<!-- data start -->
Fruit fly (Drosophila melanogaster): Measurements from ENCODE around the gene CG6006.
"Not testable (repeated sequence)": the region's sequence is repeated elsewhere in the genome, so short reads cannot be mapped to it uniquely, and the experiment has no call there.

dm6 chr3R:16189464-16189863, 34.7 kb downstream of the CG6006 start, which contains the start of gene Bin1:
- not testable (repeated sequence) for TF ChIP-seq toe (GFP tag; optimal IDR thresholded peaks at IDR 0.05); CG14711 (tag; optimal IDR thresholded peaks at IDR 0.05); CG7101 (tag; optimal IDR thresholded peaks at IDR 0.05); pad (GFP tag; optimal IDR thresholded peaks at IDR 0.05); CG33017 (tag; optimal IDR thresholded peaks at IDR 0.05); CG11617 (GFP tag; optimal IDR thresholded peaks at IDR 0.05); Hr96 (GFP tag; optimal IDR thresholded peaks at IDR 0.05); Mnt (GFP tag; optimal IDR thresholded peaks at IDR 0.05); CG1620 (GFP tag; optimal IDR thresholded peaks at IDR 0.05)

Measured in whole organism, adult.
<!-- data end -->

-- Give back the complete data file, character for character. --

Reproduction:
Fruit fly (Drosophila melanogaster): Measurements from ENCODE around the gene CG6006.
"Not testable (repeated sequence)": the region's sequence is repeated elsewhere in the genome, so short reads cannot be mapped to it uniquely, and the experiment has no call there.

dm6 chr3R:16189464-16189863, 34.7 kb downstream of the CG6006 start, which contains the start of gene Bin1:
- not testable (repeated sequence) for TF ChIP-seq toe (GFP tag; optimal IDR thresholded peaks at IDR 0.05); CG14711 (tag; optimal IDR thresholded peaks at IDR 0.05); CG7101 (tag; optimal IDR thresholded peaks at IDR 0.05); pad (GFP tag; optimal IDR thresholded peaks at IDR 0.05); CG33017 (tag; optimal IDR thresholded peaks at IDR 0.05); CG11617 (GFP tag; optimal IDR thresholded peaks at IDR 0.05); Hr96 (GFP tag; optimal IDR thresholded peaks at IDR 0.05); Mnt (GFP tag; optimal IDR thresholded peaks at IDR 0.05); CG1620 (GFP tag; optimal IDR thresholded peaks at IDR 0.05)

Measured in whole organism, adult.